The Life Aquatic with Steve Zissou
September 11, 2006 Leave a Comment
(2004) dir. Wes Anderson
I’d seen this film originally in the theater when it came out (during a period that I wasn’t updating this diary), and I’d enjoyed it significantly, as I had enjoyed Anderson’s other works, Bottle Rocket (1996), Rushmore (1998), and The Royal Tennenbaums (2001), and I guess was pretty primed to enjoy this one. On initial viewing, I felt it echoed an emotional sentiment that reeked of Tennenbaums, considerably, in the protagonist is an aging egotist, who is also incredibly sensitive and insecure and despite his selfishness, is loved by the complex and intelligent people around him despite how much they despise him too. Not to mention that half the cast is exactly the same.
Not to criticize the extent of Anderson’s foci, he creates a full, and well-imagined world of Zissou. I love the costuming and the schtick with the red woolly caps and the Zissou-wear, including Nike shoes. The characters are not well-rounded, but well-conceived, funny and strange in their imagining, while always feeling a little “put-on”. Anderson does nice work, as well, aesthetically, framing shots in interesting ways, creating scenes that fail to feel “natural” while still being amusing and clever. Somehow he comments on this in Zissou’s own film productions where genuine moments are exploited if possible and if not are re-created with complete faux empathy. This seems self-reflective but I take it no further.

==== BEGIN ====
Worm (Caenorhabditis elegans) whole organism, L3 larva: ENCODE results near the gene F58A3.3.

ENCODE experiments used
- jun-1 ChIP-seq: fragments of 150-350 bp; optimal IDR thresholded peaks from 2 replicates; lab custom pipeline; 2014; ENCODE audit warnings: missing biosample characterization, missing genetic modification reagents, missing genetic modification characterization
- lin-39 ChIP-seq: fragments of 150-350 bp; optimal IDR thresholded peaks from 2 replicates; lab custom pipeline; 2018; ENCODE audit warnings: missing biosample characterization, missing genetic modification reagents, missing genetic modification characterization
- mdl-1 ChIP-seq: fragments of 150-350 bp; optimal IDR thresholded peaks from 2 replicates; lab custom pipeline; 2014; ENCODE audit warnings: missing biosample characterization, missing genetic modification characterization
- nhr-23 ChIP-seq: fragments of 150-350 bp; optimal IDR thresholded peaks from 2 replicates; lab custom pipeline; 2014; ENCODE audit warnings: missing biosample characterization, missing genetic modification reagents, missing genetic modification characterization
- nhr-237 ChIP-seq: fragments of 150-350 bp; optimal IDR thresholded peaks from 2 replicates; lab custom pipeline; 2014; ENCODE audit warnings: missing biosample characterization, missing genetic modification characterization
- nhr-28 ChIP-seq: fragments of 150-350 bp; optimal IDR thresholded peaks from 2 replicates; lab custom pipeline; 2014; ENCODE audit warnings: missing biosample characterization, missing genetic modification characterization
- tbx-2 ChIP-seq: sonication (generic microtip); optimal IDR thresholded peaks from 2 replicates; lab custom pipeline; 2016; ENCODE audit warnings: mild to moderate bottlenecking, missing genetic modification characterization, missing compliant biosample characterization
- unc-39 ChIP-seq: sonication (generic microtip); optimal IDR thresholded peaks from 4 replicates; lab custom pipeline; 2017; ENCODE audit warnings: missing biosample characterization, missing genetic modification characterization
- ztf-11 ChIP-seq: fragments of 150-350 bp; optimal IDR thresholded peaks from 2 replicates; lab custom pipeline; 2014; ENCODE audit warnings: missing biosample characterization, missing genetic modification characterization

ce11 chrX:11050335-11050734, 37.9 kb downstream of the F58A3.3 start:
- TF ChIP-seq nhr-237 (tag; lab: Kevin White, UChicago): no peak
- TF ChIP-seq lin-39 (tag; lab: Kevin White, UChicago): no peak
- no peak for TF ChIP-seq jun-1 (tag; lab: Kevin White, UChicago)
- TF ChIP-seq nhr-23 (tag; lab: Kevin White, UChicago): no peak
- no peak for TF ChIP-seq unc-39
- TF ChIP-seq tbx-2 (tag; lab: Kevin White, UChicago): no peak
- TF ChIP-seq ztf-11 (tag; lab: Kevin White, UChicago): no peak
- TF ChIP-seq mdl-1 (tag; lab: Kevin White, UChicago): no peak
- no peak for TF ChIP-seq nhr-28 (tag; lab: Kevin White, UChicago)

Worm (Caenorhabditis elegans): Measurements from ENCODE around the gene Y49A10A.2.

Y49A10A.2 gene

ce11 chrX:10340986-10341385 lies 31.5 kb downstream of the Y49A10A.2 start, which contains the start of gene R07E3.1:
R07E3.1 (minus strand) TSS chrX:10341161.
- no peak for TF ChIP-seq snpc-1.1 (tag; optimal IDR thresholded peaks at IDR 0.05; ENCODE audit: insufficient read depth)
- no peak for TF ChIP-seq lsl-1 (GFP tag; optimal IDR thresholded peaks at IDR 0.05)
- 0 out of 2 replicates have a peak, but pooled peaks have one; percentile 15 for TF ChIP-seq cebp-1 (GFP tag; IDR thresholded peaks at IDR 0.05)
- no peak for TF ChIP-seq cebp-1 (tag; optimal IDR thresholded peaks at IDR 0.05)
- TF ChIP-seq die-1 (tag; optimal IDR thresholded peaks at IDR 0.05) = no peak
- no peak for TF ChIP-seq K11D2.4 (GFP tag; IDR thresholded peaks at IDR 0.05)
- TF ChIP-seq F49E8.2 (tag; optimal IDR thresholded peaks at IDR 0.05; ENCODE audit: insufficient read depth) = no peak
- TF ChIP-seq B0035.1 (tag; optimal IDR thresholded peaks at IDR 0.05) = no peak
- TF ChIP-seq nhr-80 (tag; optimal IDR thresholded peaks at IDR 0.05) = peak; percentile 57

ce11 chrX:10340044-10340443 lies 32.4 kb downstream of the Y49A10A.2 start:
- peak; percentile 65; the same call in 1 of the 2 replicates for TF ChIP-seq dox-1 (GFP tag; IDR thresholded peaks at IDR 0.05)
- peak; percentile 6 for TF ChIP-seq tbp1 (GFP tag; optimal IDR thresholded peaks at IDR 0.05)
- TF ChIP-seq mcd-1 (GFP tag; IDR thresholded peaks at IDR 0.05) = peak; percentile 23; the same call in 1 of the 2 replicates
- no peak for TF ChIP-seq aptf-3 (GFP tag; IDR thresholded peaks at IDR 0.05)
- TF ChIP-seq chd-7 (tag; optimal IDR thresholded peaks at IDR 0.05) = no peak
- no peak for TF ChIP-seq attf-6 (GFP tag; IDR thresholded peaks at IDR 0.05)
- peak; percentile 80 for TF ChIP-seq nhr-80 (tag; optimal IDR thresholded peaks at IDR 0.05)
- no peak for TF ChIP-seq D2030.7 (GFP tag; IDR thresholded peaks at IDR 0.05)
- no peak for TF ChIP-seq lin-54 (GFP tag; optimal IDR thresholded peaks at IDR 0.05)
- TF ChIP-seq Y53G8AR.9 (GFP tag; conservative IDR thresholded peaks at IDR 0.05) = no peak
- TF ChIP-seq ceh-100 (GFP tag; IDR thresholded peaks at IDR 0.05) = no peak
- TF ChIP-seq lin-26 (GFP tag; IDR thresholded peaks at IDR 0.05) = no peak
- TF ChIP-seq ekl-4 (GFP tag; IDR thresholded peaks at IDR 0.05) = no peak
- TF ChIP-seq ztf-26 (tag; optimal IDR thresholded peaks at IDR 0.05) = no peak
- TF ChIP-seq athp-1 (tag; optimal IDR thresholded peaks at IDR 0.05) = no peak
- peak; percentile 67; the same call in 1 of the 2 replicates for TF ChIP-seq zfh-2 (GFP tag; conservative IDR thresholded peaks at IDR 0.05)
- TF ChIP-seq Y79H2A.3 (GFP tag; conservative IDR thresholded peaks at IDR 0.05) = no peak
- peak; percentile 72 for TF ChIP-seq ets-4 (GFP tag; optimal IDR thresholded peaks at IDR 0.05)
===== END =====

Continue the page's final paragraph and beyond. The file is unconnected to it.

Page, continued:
Bill Murray is brilliant. I mean, I think that he’s brilliant in general, in all of his work. But this character, I think, is the best he’s ever played. It’s a mixture of sadness, self-loathing, self-love, and insecurity, all while deep down an exuding and predominant genius and wonder that attracts the world around him. There is an artifice to the film, which I think Anderson acknowledges, but it also evokes a genuine sense of his character that juts forth from the strange menagerie of characters with whom he lives and interacts. It is both fun and sad.
I bought the DVD used on Netflix for $6.50, which is a comment in itself. I buy hardly any DVD’s. This one was incredibly cheap and was a Criterion DVD. It made sense. It is good.
The other utterly significant thing about this film are the David Bowie songs performed acoustically by Seo Jorge. I bought the CD of his songs, not the soundtrack, but the 100% Jorge/Bowie songs and it’s utterly fucking brilliant. It adds an atmosphere to the film that is hard to describe. It’s something sad and yet uplifting, mesmerizing and yet…who knows? It’s je ne sais quois. It’s a unique and clever film. And despite the strangely animated fish which bothered me on the first viewing, I think it’s pretty great.
Let me know if you would like to borrow it.